We can talk endlessly about the pros and cons of Golang or Python but when it’s down to the wire, what we all look for it how they perform. So we did some testing on our test rig running an Intel® Core™ i7-9700K CPU @ 3.60GHz × 8 cores. And the code used is available here.

We created lists of ints (from 1 to 100000) and then used binary search to find always the same number 729. The results are:

Language Speed
Go 20.8 ns/op
Python 2442.13377 ns/op

Bubble sort

Again we generated a list of integers (this time random ones, 10000 elements long) and sorted those using bubble sort algorithms.

Language Speed
Go 90805247 ns/op (0,09s)
Python 6708160950.6 ns/op (6,7s)

Read from file

A simple test of reading “lorem ipsum” text file.

Language Speed
Go 5305 ns/op
Python 58359 ns/op

HTTP Request handling

Making an HTTP server is really easy, but we made an effort and did the analog one in Python. We checked how long would it take to respond with a simple “hello world!” message.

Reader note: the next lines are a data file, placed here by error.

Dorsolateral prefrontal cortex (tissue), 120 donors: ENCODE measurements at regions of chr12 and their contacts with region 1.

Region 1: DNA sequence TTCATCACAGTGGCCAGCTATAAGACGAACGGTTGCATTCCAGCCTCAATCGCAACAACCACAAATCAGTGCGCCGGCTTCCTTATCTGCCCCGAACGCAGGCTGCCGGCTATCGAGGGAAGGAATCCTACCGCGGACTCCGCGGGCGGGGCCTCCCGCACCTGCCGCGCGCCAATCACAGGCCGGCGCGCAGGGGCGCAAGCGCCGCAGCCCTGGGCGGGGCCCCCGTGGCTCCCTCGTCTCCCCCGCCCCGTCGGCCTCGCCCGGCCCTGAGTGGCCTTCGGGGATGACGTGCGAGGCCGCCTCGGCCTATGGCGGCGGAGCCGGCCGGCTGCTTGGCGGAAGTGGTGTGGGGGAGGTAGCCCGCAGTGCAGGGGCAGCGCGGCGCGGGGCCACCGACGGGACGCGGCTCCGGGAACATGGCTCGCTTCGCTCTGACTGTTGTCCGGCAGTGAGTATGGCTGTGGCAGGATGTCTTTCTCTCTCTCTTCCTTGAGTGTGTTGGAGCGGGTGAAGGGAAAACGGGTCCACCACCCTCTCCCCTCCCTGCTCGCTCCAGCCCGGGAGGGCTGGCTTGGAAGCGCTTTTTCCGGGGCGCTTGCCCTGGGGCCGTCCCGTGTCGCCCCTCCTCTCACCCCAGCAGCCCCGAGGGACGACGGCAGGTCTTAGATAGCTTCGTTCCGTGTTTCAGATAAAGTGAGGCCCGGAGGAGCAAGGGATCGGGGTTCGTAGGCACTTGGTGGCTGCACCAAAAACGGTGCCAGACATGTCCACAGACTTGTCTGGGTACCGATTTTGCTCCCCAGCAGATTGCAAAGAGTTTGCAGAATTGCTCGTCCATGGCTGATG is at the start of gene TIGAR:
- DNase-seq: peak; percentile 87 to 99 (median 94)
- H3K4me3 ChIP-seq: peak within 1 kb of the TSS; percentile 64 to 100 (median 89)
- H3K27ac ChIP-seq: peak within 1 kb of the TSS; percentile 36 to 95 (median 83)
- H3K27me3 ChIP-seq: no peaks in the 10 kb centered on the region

Language Speed
Go 0.070 ms/RQ
Python 1.261 ms/RQ


Web frameworks:-

One of the biggest advantages of using Python is the vast collection of libraries and frameworks that are available. Django and Flask are two of the most popular Python web frameworks which enable you to build a web application or API in the fastest time possible.

Golang doesn’t have a single dominant framework like Django for Python or Laravel for PHP and Go community is in a way averse to frameworks. Go 2018 Survey Results show Golang web development is the most prevalent at 65%, and it increased its dominance as the primary area survey respondents work in (up from 61% last year): web development has been the most common domain for Go development since 2016.

Here are the most popular Golang web frameworks:


Gin is a Golang web framework that is known for developing high-performing APIs. It is also one of the simplest frameworks to learn. It takes around 10 minutes to get used to it. If you need performance and good productivity, you will love Gin.


  • Faster performance: Radix tree-based routing, small memory footprint
  • Middleware support: An incoming HTTP request can be handled by a chain of middlewares and the final action